Uzbeks back Yeltsin's drive for democracy

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The Independent Online
THE Foreign Minister of Uzbekistan, the most populous and potentially the richest of the former Soviet Union's Central Asian republics, gave implicit backing yesterday to Boris Yeltsin, the Russian President, in his struggle with the country's parliament.

'We support a democratic Russia - one with no imperialist ambitions over the former Soviet Union,' said Sadyk Safaev, who left for Tashkent last night after leading his country's first official mission to Britain. 'At times of crisis, people yearn for a harsh, totalitarian regime. The Communist Party is now the biggest party in Russia. If it gets back into power, it will be the beginning of an irreversible process to restore the old USSR.'

Mr Safaev, 39, who became Foreign Minister last month, said it was vital that Russia's 'enormously complicated' political, economic and ethnic problems did not spill over into all-out conflict. Russian nationalism, and the internal threat of Islamic fundamentalism, were potential 'mortal dangers' for Uzbekistan. 'Fortunately, there are signs of a softening of positions at the moment (in Moscow), and we hope restraint will prevail.'

With 22 million of Central Asia's 50 million people, and ample natural resources, Uzbekistan is assuming a leading role in the region. Its capital, Tashkent, is the communications hub of Central Asia; the first British diplomat arrives there next month to set up an embassy.

In talks with businessmen and the Government, Mr Safaev was told of concern that Uzbekistan's former ruling Communists, who won the first elections after independence, have not shed old habits. Since retaining power in December's poll, President Islam Karimov has banned newspapers, harassed opposition parties and arrested political activists, frequently in the name of suppressing Islamic fundamentalism.

The Foreign Minister said there were 'difficulties in establishing all the processes of democracy' in such a short time. Uzbekistan, however, was the only Central Asian state which had had a presidential election with more than one candidate. He denied that any opponents of the government had been imprisoned without trial.

If Uzbekistan fears the ambitions of Russian nationalists, many of its neighbours are wary of Uzbek dominance. It is the only country to share borders with all four of the other Central Asian states, and in each the Turkic-speaking Uzbeks are the largest ethnic minority. The proportion reaches 27 per cent in Tajikistan, the only one of the five where Persian is the main language. Tashkent was the regional military headquarters in the former Soviet Union, and Uzbekistan has used its armed forces and inherited weaponry to help the former Communist administration in Tajikistan drive its Islamic opponents from the capital, Dushanbe.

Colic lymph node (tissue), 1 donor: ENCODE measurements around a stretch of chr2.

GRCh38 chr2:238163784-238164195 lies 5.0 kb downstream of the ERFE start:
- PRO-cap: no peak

Mr Safaev would not be drawn on this, but said Uzbekistan's policy in Central Asia and Afghanistan, where the Uzbek militia of General Abdul Rashid Dostam is the most effective force in the country's bitter power struggle, was to support existing borders and legally elected governments. Moves towards political and economic co-operation in Central Asia 'certainly don't mean any attempt to create a super-state'.

Uzbekistan is the world's fourth-largest cotton exporter and the sixth-largest gold producer. Western companies are also interested in its large reserves of oil and gas. Thanks to its geographical position in what Mr Safaev calls 'central Eurasia', the country hopes to attract aid and investment from East and West - it is a member of both the European and Asian development banks, as well as the Conference on Security and Co-operation in Europe.

Britain is lagging behind other West European nations in establishing representation and seeking business in Central Asia, but the Foreign Minister said he hoped to enlist British 'authority and experience' in aiding the region's emergence.

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